Inglis Grain Elevators National Historic Site
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|Inglis Grain Elevators|
|National Historic Site of Canada|
Inglis elevators, located on the southeast edge of the village.
|Designated as a NHSC||1996|
|Architectural style||Wood-crib elevators, industrial|
|Website||Inglis Grain Elevators|
Inglis elevator row is a row of five grain elevators standing in a row from south to north alongside the former Canadian Pacific Railway track bed, on the southeast edge of the village of Inglis, Manitoba, Canada. Because so many grain elevators have been demolished throughout Western Canada, only two elevator rows have survived partial if not complete demolition. For example, Vulcan, Alberta once had a total of thirteen elevators and was one of the largest grain shipping points in Canada, but the elevators have been completely destroyed as of 2000.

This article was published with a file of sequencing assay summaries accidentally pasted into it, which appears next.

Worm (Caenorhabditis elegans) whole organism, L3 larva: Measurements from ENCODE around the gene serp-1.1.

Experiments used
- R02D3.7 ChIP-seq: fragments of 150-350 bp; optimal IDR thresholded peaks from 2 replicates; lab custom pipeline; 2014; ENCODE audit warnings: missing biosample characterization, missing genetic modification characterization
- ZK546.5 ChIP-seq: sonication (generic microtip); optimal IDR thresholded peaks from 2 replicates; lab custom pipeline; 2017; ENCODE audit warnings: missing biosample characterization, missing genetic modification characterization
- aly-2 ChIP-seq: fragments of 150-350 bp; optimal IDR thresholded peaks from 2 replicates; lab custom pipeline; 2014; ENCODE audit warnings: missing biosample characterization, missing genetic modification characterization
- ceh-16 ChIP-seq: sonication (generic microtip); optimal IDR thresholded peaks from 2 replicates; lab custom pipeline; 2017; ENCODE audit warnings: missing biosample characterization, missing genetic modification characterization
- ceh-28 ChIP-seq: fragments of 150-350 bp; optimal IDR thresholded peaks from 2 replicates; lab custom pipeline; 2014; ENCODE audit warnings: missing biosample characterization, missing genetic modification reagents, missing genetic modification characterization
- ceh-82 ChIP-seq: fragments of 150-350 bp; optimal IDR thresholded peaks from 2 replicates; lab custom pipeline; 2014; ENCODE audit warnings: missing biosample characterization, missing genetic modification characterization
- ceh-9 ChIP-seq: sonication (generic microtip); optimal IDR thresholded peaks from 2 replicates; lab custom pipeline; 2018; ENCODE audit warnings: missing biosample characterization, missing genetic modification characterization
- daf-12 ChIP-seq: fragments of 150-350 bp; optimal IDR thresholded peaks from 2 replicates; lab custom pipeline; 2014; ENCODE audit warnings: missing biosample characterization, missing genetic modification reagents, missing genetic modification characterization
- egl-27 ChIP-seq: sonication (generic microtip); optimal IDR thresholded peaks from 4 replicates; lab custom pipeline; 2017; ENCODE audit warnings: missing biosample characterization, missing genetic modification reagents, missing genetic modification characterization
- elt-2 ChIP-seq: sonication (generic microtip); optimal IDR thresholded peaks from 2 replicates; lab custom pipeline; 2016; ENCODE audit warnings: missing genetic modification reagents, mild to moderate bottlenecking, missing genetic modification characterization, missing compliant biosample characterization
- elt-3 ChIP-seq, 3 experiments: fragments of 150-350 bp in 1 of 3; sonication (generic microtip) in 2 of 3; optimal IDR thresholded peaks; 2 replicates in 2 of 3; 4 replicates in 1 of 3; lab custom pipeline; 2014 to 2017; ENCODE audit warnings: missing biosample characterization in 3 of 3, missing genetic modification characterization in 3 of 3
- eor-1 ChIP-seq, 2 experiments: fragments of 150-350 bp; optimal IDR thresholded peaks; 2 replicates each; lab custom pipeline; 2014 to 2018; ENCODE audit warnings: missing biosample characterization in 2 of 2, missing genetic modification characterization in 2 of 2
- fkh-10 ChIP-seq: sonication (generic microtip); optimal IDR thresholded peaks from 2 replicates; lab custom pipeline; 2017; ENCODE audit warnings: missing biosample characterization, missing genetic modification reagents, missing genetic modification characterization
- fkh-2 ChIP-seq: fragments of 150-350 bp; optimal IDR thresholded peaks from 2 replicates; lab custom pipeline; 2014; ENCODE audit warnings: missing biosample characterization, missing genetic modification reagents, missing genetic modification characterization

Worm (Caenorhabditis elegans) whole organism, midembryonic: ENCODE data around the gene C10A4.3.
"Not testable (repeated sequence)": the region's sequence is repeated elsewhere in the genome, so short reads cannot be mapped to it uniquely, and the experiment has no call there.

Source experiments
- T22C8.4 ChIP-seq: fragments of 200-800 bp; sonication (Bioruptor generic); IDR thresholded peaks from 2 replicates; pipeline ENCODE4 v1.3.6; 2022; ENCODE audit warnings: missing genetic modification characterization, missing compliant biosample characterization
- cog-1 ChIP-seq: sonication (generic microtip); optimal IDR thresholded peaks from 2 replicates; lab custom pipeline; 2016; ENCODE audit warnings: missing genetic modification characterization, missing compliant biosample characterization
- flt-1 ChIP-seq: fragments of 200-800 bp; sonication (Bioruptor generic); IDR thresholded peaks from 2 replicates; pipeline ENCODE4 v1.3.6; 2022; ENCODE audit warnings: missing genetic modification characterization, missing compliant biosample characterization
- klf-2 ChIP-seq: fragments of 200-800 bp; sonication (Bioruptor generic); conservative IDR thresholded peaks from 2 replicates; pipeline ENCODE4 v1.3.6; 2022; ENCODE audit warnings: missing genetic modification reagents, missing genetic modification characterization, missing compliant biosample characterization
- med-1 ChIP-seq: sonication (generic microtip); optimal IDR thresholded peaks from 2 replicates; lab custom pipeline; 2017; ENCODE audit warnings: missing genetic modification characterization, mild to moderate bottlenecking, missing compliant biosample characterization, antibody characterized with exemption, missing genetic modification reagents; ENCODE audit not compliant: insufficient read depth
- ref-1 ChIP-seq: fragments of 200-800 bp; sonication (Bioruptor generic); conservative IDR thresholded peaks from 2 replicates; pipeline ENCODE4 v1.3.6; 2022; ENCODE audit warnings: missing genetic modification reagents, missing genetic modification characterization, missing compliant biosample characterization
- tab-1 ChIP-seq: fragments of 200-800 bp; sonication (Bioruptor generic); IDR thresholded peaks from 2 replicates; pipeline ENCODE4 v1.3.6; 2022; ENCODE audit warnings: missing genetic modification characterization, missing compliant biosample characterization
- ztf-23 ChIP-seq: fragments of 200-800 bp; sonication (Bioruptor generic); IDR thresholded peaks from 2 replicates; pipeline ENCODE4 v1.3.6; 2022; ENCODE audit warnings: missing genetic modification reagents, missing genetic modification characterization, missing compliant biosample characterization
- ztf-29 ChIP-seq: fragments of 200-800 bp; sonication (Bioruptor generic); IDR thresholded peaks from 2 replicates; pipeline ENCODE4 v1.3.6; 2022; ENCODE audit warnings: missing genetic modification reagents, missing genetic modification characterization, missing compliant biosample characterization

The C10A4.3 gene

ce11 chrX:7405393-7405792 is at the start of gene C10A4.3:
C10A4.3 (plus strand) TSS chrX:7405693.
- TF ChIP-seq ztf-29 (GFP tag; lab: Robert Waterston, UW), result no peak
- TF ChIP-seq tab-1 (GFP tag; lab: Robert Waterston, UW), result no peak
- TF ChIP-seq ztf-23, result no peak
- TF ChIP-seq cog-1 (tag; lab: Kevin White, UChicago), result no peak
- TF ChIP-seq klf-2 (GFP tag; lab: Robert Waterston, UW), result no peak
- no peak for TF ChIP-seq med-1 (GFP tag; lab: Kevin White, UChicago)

Inglis has one of the last two elevator rows in all of Canada with a total of five elevators, the other being Warner, Alberta with a total of six elevators. Warner's elevators have not been protected, but the elevators in Inglis have been protected as a National Historic Sites of Canada.
History and significance
The Inglis row consists of five wood-crib elevators as listed:
- N. M. Paterson Company, built in 1922
- Reliance elevators, built by Matheson-Lindsay in 1922 as a single elevator. The elevator was then taken over by Province Elevator Co. later becoming Reliance Elevators in the 1930s. By 1941 a new "twin" elevator was added for more space. Manitoba Pool bought the elevators in 1952 and lastly sold to United Grain Growers in 1971. The elevators have since been fully restored back to their original signage as Reliance elevators.
- United grain growers elevator, originally built by United Grain Growers in 1922 but replaced after destroyed by fire in 1925. Latter on horizontal balloon annexes were added for more space in 1949.
- National elevator, built by the Northern Elevator Co. in 1922 later taken over by National in the 1940s and then Cargill and last Patterson Grain in 1979. The elevator has been completely restored as a gift shop.
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